Establishing human presence on Mars is envisaged as a long-term objective by international space agencies.
As the ongoing robotic exploration has made some astonishing discoveries, the next major step is bringing humans to Mars. The Martian subsurface analysis is of paramount importance for Mars Human Exploration and science. In fact, high-resolution knowledge about the uppermost subsurface allows the hazard evaluation for locations/areas, which is essential for future deployments and resources exploitation.
To date, radar data from orbiters are available for sounding the subsoil, which however have a high penetration capacity but low-resolution, while the radars on board a rover [e.g., ground penetrating radar, GPR on ESA Rosalind Franklin (ExoMars 2020) rover] would have exactly the opposite, as any GPR operating at the surface: i.e. a high resolution but low penetration capacity and a limited capacity to analyse the subsurface.
FlyRadar highlights the characteristics of an experimental package able to provide results relevant for space and terrestrial technology.
To date, RADARs have found numerous uses in various fields, demonstrating their capabilities in geological exploration, agronomical surveys, environmental monitoring, archaeology, mineral prospecting, security, automotive and many other. The main obstacles to an even wider use of these sensors is the mass and volume of the electronics and antennas and the large power consumption. These drawbacks limit the usage of these important instruments.
Modern Earth observation satellite missions use extensively Synthetic Aperture Radar (SAR) and they produce a large number of data used for the investigation and exploration of our Planet. However, high-resolution data on localised targets are difficult to be produced.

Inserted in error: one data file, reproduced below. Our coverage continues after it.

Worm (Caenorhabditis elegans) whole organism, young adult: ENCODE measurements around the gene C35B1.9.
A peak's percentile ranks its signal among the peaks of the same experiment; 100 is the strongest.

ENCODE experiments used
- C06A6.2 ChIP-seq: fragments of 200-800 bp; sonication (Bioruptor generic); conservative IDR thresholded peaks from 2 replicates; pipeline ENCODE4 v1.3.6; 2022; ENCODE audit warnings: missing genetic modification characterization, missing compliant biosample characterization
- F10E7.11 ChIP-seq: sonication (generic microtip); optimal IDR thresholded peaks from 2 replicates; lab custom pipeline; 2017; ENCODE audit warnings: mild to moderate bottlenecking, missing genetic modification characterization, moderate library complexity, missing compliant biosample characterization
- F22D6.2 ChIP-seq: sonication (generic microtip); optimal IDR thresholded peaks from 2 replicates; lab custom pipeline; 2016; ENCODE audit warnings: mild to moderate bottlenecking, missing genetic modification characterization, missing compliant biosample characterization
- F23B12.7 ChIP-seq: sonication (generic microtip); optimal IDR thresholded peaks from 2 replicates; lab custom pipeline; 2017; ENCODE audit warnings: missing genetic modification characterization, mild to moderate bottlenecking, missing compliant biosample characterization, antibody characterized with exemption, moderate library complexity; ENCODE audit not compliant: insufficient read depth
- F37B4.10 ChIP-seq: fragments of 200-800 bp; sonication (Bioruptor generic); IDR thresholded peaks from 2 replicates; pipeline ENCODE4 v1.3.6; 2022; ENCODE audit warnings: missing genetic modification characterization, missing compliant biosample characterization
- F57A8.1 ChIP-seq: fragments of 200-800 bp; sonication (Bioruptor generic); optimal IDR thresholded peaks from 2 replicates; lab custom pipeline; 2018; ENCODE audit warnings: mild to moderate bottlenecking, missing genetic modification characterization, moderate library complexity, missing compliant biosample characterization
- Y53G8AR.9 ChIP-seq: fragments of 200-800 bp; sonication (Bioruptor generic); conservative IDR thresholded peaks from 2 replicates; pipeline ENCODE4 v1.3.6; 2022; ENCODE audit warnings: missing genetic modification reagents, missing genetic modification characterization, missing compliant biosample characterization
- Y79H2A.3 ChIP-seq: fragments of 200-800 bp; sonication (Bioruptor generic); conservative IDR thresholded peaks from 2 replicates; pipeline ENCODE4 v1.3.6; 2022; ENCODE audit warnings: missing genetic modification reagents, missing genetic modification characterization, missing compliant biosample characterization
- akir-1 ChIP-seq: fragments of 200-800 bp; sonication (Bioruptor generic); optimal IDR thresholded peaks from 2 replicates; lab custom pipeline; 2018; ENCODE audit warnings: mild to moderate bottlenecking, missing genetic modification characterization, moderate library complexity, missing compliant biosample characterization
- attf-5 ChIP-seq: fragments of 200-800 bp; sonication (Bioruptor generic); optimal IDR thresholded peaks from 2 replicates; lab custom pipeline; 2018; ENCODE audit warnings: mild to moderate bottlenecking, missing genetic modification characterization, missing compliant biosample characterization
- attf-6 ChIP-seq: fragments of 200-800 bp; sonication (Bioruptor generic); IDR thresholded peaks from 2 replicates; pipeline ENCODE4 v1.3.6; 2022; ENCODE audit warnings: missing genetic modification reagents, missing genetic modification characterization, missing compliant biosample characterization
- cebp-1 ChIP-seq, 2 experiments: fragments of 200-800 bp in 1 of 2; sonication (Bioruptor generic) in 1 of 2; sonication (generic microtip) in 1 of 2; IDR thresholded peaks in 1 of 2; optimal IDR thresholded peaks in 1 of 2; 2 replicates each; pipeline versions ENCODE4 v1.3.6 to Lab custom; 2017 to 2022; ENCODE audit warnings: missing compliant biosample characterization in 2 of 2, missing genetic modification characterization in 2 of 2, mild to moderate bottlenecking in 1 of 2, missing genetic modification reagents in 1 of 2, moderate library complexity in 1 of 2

Ground Penetrating Radar (GPR) operate by moving different sizes of sensor on the surface almost in contact with terrain, resulting in time consuming and narrow ranges surveys.
On the other hand, airborne radar, due to their characteristics, can be operated only by planes or helicopters making the investigation quite expensive and which requires a high level of competence from all operators involved.
Recently, some drone experiments with different types of radar as payload were tested. Unfortunately, their dimension is large and heavy in order to carry bulky radars.
The project Flyradar includes the realisation of a full flying radar system, composed of a light-weight drone (similar to a commercial octocopter) with installed a dual mode low-frequency radar. The radar will provide two different type of antenna: one for SAR analysis and another with penetrating capability of the surface (similarly to a GPR).
This objective will enable the development of high-resolution radar (SAR and penetration) solutions based on light flying vehicles with limited deployment costs.
In addition, this solution will bring also the possibility to use the instrument on extraterrestrial planetary exploration. The use of a drone on Mars will be tested by the NASA mission Mars 2020.
The use of the concept of FlyRadar will allow the use of drone to carry on radars and other instruments for high-resolution observations. Planetary radars have a unique capacity to provide remote information about targets that cannot be reached by other kinds of instruments. Among these systems, radars working in the low-frequency range (UHF-VHF), can be used to perform deep soundings (up to several hundreds of meters) of planetary sub-surface structures.